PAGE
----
December 1, 2017
‘Gigi Scaria’ By Donald Kuspit
Gigi Scaria, Trial, 2017, Bronze and plastic, 56 x 35 x 5 in.
The array of media in this exhibition was rather startling: two videos and a photograph, all rather large (each took up a wall of its own); sculptures of bronze and plastic, or bronze alone, most small, often serially arranged; and works on paper, variously sized, sometimes watercolors, sometimes subtly mixing watercolor and automotive paint. All but two were made this year, and all were meticulously crafted; the works on paper in particular have a nuanced clarity. Many of these works pictured outlandish, bizarrely constructed buildings: monstrous towers of geometrical babel, as in Ladders of Gravity and Uncertain Terrain, both 2017. Scaria’s eccentrically abstract sculptures also often depict buildings—and in both cases these structures appear oddly agonized, twisting and turning as though in the throes of death. The buildings in his drawings Core and Detached, both 2017, are less complicated and less interesting, if also oddly threatening: Floor rises above floor, forming an infinitely extendable grid, and neat little windows—black geometrical holes in the grayish surface—punctuate each level. “A house is a machine to live in,” Le Corbusier famously said, and Scaria’s buildings are houses, but there is no sign of human life or nature in or around them—a point made clear by the dead tree in Detached. There is also an air of alienation, conveyed by the emptiness of the buildings and the barrenness of their appearance—a sense of being nowhere in particular, of indifference and of anonymity.
Scaria acknowledges his point of departure as the housing projects that proliferate on the outskirts of cities all over the world. These new, orderly slums offer basic space and little more: In one section of the video titled On Its Way, 2015, we see an elevated train going back and forth between them. Unlike the fantastical edifices in his watercolors and sculptures, these are actual buildings in New Delhi, where the artist lives. A house is “a cell within the body of a city,” Le Corbusier wrote, but the cells in the body of Scaria’s cities are more like prison cells—at best, warehouses—rather than vital parts of an urban organism. Le Corbusier also observed that a house is made of “standard things created by industry in factories and mass-produced,” adding that the house eschews “the religion of beautiful materials.” There is nothing decorative or beautiful about Le Corbusier’s buildings, or about the mass-produced, standardized housing blocks that mimic and mock them in Scaria’s works. These images seem to raise the question “Is a machine fit to live in?” and the answer is decisively “No!” Scaria’s barren cells, built to house the masses, express what the press information calls “the painful truth of modern existence” as well as “environmental destruction and [the] exploitation of natural resources.” Scaria is a critic, and his own work seems to rebuke so-called pure, reductive art and architecture. Clement Greenberg asserted that “decoration is the specter that haunts modernist painting,” unwittingly echoing Le Corbusier’s view that it is the enemy of modernist architecture, and Scaria likewise offers a minimalist (dare one say puritan?) revision. But Scaria’s housing projects are atopias—not exactly dystopias, but fake utopias—neat, clean, basic, but without character, and lacking the expressive peculiarity that exudes joie de vivre. Scaria’s uninhabited and uninhabitable buildings are the perversely realistic outcome of modernist idealism and the loneliness that insidiously informs contemporary life.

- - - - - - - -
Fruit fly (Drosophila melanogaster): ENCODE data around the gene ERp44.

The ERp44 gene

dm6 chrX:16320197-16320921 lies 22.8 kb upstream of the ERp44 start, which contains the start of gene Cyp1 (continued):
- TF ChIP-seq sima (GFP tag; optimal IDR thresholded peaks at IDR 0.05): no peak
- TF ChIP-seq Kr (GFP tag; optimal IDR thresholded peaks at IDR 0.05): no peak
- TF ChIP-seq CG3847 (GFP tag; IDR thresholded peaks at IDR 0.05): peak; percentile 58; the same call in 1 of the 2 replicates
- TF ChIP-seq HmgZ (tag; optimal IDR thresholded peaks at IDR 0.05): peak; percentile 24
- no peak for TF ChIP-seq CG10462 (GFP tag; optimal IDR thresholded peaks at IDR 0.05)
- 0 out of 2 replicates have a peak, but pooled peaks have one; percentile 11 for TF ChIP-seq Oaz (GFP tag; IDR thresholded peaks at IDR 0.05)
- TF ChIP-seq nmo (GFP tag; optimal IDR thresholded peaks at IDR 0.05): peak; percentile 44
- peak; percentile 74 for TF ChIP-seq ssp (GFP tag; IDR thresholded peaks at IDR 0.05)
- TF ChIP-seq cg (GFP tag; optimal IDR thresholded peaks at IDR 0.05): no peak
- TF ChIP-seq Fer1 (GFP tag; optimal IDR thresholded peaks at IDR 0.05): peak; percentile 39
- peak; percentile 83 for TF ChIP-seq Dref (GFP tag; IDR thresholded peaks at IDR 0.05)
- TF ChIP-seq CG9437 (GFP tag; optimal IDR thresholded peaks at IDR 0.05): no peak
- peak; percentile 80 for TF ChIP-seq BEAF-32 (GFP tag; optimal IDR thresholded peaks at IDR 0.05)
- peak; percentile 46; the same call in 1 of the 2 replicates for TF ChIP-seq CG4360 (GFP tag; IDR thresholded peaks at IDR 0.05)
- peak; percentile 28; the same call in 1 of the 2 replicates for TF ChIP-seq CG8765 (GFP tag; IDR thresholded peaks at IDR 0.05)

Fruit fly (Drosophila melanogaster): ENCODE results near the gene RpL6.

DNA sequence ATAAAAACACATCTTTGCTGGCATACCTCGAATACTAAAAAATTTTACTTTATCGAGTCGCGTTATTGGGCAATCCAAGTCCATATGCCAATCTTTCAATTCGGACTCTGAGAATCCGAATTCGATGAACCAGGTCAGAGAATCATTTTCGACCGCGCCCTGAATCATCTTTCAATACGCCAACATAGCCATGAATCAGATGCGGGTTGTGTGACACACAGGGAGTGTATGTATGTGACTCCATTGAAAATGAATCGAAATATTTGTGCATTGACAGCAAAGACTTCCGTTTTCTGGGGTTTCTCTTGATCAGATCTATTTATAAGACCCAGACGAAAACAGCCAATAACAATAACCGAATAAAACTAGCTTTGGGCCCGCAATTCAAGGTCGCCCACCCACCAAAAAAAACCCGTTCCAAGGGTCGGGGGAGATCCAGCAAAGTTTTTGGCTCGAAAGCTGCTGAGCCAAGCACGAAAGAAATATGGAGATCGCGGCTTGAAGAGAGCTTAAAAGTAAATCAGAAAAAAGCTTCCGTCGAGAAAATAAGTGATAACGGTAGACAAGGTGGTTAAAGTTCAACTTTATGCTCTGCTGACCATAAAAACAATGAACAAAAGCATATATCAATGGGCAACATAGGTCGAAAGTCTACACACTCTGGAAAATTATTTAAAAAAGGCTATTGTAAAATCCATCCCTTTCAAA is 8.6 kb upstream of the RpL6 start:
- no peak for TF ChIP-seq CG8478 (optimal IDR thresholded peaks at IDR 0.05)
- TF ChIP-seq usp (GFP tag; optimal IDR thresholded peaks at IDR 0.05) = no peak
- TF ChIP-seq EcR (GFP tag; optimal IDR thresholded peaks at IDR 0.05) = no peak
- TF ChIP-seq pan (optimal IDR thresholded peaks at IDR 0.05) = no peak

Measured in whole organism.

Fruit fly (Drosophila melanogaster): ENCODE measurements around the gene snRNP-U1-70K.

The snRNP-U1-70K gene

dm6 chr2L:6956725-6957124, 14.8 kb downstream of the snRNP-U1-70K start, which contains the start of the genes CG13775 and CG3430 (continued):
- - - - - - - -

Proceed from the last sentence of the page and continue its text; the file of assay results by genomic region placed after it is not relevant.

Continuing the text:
The bronze temple bell that encompasses—swallows—the plastic, modern buildings in the sculpture Scream, 2017, seems to sound an alarm. In Trial, also 2017, a work the artist says was inspired by Franz Kafka, the men and women who inhabit Scaria’s buildings stand on cell-like balconies similar to those attached to some highrise residences, awaiting judgment. Their arms are defiantly crossed. —Donald Kuspit